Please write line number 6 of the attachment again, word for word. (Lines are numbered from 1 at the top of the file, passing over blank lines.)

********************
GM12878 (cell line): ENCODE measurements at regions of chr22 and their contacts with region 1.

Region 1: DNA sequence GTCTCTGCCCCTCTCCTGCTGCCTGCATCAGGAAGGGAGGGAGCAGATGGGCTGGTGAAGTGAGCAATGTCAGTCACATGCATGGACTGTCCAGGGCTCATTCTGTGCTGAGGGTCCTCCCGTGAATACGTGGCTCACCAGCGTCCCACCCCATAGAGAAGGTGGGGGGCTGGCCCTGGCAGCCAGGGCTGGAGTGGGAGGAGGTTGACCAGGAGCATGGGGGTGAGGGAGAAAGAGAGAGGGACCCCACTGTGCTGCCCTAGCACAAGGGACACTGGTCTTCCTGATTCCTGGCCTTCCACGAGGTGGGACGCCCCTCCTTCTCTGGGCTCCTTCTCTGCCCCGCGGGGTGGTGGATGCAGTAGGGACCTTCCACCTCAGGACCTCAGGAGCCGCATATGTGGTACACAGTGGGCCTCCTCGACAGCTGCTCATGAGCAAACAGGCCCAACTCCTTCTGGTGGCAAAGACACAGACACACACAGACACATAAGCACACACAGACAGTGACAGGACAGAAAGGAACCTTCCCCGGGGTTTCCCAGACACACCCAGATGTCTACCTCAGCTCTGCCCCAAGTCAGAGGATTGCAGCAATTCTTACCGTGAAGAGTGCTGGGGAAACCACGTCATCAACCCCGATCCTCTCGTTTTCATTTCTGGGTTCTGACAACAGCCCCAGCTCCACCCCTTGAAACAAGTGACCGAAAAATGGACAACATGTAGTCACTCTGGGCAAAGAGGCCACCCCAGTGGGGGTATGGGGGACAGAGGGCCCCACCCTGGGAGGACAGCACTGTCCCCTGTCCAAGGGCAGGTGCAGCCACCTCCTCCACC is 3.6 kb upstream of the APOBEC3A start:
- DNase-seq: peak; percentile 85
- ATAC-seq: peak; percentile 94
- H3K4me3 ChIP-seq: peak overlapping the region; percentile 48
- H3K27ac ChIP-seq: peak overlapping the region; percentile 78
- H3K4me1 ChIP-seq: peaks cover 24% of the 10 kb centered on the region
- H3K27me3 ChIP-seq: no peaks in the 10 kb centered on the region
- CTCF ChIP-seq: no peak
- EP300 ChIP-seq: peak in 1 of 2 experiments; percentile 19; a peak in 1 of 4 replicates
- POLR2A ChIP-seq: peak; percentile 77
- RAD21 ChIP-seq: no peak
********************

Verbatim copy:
- H3K27ac ChIP-seq: peak overlapping the region; percentile 78